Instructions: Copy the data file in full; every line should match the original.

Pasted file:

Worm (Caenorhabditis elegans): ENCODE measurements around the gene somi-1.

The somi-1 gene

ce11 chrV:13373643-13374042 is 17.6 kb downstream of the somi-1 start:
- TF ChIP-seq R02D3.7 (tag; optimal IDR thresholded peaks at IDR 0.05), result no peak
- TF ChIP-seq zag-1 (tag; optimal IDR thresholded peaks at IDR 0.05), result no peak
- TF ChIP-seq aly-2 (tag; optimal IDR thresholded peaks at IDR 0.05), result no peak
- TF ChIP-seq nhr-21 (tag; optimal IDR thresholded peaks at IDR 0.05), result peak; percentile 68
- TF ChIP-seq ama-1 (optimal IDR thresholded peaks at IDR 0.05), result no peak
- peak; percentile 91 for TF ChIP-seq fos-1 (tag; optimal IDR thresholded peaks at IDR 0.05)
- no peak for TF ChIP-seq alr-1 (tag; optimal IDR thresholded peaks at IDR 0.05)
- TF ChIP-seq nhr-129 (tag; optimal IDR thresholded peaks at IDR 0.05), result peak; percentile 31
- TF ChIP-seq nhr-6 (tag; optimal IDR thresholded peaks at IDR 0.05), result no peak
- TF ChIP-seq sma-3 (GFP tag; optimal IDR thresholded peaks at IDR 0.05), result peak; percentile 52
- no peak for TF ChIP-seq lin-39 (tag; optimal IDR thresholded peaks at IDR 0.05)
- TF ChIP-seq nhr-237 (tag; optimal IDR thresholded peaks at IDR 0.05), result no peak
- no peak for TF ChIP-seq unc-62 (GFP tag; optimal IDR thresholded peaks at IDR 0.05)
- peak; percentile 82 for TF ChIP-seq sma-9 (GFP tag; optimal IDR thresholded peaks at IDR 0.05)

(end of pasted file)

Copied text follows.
Worm (Caenorhabditis elegans): ENCODE measurements around the gene somi-1.

The somi-1 gene

ce11 chrV:13373643-13374042 is 17.6 kb downstream of the somi-1 start:
- TF ChIP-seq R02D3.7 (tag; optimal IDR thresholded peaks at IDR 0.05), result no peak
- TF ChIP-seq zag-1 (tag; optimal IDR thresholded peaks at IDR 0.05), result no peak
- TF ChIP-seq aly-2 (tag; optimal IDR thresholded peaks at IDR 0.05), result no peak
- TF ChIP-seq nhr-21 (tag; optimal IDR thresholded peaks at IDR 0.05), result peak; percentile 68
- TF ChIP-seq ama-1 (optimal IDR thresholded peaks at IDR 0.05), result no peak
- peak; percentile 91 for TF ChIP-seq fos-1 (tag; optimal IDR thresholded peaks at IDR 0.05)
- no peak for TF ChIP-seq alr-1 (tag; optimal IDR thresholded peaks at IDR 0.05)
- TF ChIP-seq nhr-129 (tag; optimal IDR thresholded peaks at IDR 0.05), result peak; percentile 31
- TF ChIP-seq nhr-6 (tag; optimal IDR thresholded peaks at IDR 0.05), result no peak
- TF ChIP-seq sma-3 (GFP tag; optimal IDR thresholded peaks at IDR 0.05), result peak; percentile 52
- no peak for TF ChIP-seq lin-39 (tag; optimal IDR thresholded peaks at IDR 0.05)
- TF ChIP-seq nhr-237 (tag; optimal IDR thresholded peaks at IDR 0.05), result no peak
- no peak for TF ChIP-seq unc-62 (GFP tag; optimal IDR thresholded peaks at IDR 0.05)
- peak; percentile 82 for TF ChIP-seq sma-9 (GFP tag; optimal IDR thresholded peaks at IDR 0.05)